Social Interactions, Drug Abuse and Criminal Behavior

Closed to further applications
Faculty Member: 
This project is eligible for remote work.

Proposal Description:

I am looking for research assistance for two studies. The first study will examine the role played by social interactions, and community ties more generally, in the recent opioid epidemic in the United States. A distinguishing feature of the opioid epidemic is that prescription medications are misused. Moreover, the epidemic has been concentrated in rural white populations, not all of which are poor. We hypothesize that these unusual patterns are observed because the novel opioid drugs, whose negative consequences were less known initially, spread relatively rapidly in tight-knit rural communities. We will test this hypothesis by (i) constructing a measure of social connectedness that is based on crop suitability, (ii) validating this measure with multiple data sets, and (iii) estimating the relationship between opioid mortality and social connectedness. The second study will use administrative data from the Connecticut Department of Corrections (DOC) over many decades to examine the short-term and long-term consequences of within-prison social composition on various outcomes. The social units that determine a prison’s social composition are defined by race and city of origin. We will examine how the social composition within a prison at a particular point in time determines: (i) immediate in-prison conflict and incidents, (ii) future criminal behavior (recidivism) of inmates, and (iii) future crime in their origin neighborhoods.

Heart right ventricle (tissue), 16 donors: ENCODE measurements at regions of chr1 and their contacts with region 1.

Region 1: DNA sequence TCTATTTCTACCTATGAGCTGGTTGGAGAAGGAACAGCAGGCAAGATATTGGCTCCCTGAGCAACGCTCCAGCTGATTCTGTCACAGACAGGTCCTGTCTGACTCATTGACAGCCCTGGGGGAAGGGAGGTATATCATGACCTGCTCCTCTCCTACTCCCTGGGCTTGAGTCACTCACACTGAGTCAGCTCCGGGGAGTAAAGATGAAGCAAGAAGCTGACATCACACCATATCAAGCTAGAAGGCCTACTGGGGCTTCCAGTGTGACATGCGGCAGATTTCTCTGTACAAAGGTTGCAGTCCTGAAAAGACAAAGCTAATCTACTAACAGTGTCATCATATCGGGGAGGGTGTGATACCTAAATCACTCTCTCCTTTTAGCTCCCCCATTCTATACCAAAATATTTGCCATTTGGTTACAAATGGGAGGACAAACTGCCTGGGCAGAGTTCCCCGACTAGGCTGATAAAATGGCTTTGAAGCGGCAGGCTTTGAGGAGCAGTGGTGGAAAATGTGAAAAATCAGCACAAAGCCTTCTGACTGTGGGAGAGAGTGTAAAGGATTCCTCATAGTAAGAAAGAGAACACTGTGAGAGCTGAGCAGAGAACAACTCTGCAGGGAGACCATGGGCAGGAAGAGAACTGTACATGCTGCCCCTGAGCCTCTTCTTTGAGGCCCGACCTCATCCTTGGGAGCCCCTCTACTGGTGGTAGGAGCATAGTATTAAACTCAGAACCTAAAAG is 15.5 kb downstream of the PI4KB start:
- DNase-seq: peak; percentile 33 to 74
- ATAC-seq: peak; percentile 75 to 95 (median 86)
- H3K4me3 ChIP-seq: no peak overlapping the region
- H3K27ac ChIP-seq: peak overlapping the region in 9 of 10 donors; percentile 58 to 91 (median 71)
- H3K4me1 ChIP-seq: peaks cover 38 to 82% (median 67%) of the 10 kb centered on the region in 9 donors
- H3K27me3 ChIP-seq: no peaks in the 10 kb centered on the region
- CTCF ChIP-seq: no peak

Requisite Skills and Qualifications:

We are looking for 3 research assistants who will conduct literature reviews and assist with data analysis. Knowledge of Stata and ability to work with data are required skills. This project is eligible for remote work.

Award: 
  • Justin Ye
  • Alice Geng
  • Lucas Vasquez